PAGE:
Trump should be indicted for at least six crimes and banned from politics: legal experts
President Donald Trump at a campaign rally in Phoenix, photo by Gage Skidmore.

Donald Trump should be facing prosecution for a half dozen crimes, according to a pair of legal experts, but instead he's preparing for another presidential run that he just might win.

The twice-impeached president has raised $122 million, more than twice the amount of the Republican National Committee, ahead of the 2024 presidential campaign that he shouldn't even be eligible to take part in, argued former White House ethics attorney Richard Painter in a new column for MSNBC.

"The 14th Amendment, Section 3, disqualifies from public office anyone who took an oath of loyalty to the United States and shall have engaged in insurrection or rebellion against the same, or given aid or comfort to the enemies thereof," Painter argued in a forthcoming law review article with Claire Finkelstein, a law professor at the University of Pennsylvania.

Painter, who served under former president George W. Bush, suspects Trump is assembling a coalition that includes Russian president Vladimir Putin and other foreign backers, and he said the ex-president's corruption runs deep.

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“[C]rimes for which Trump could be indicted include but are not limited to," Painter and Finkelstein wrote, "(1) obstructing justice as identified in the Mueller investigation, (2) bribing and/or extorting Ukraine with military aid to investigate his political opponent Joe Biden and conduct another investigation undermining the Mueller investigation, (3) coercing cabinet members and other federal employees to engage in partisan political activity in violation of the criminal political coercion provisions of the Hatch Act, (4) soliciting election fraud in a phone call to the Georgia Secretary of State in November 2020, (5) criminal sedition in authorizing preparation of the unsigned draft Executive Order dated December 16, 2020 pursuant to which President Trump would have ordered the Secretary of Defense to seize voting machines in certain states to look for evidence of election fraud, and (6) inciting insurrection at the Capitol on January 6, 2021. These alleged politically-related crimes are over and above the financial crimes being investigated by the Manhattan DA, who has already indicted the Trump Organization and its chief financial officer."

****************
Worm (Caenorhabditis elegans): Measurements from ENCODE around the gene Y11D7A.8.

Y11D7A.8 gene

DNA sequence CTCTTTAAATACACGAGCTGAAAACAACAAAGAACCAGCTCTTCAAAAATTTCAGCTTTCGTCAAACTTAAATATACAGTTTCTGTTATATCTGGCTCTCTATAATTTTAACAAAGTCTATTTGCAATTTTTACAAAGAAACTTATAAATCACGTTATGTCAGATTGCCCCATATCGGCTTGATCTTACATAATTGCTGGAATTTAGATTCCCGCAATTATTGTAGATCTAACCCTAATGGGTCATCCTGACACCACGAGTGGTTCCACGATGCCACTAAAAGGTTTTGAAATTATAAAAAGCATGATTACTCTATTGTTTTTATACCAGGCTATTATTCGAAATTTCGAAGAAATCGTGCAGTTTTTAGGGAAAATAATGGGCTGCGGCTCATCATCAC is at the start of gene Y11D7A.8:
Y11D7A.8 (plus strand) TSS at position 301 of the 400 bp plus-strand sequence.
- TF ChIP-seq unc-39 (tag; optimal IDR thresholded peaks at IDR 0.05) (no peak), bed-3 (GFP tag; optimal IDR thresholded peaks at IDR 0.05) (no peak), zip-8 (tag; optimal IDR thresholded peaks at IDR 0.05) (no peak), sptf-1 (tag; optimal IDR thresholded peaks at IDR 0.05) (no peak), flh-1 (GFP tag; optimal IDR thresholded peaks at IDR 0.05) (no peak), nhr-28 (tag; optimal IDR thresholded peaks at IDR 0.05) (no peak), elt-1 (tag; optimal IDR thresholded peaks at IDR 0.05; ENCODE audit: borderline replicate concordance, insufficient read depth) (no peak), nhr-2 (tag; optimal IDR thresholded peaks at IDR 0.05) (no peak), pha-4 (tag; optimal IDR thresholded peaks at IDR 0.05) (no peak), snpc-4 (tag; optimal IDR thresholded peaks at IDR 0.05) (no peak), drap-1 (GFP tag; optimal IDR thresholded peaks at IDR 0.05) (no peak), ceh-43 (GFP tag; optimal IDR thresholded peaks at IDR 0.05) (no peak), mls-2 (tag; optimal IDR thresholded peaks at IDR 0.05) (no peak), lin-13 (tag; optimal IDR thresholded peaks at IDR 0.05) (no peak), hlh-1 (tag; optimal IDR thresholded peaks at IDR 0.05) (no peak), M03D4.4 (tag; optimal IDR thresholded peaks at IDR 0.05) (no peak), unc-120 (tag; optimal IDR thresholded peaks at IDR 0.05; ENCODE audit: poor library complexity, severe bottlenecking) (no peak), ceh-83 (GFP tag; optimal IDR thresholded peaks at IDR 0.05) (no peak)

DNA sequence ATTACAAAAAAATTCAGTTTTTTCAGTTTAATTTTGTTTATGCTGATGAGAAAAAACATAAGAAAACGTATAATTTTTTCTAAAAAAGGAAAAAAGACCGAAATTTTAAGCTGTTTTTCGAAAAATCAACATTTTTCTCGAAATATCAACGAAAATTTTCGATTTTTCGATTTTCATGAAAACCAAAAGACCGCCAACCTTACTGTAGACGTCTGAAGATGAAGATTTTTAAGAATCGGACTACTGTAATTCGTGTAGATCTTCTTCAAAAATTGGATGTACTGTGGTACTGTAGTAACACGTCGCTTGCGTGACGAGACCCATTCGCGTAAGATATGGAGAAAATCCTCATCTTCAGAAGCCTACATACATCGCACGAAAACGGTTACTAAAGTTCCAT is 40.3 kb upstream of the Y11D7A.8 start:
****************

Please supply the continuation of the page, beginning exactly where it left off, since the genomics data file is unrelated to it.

Trump has always managed to stay one step ahead of the law, and Painter said the next two election cycles would give him a chance to sidestep the multitude of criminal investigations of his business and political activities -- with devastating consequences for American democracy.

"A republic doesn’t just become a dictatorship overnight," Painter said. "Voters choose for it to be that way. Voters get what they vote for."

"Americans will go to the polls this November and decide whether to return Trump loyalists in the GOP to Congress," he concluded. "Then we will go to the polls again in 2024. We know that Trump’s insurrectionists will have a lot of money to spend in both election cycles. If we do not make wise decisions in those elections in spite of this knowledge, 2025 could bring an entirely new chapter in American history, and not one that our founders, or most of us, would hope for."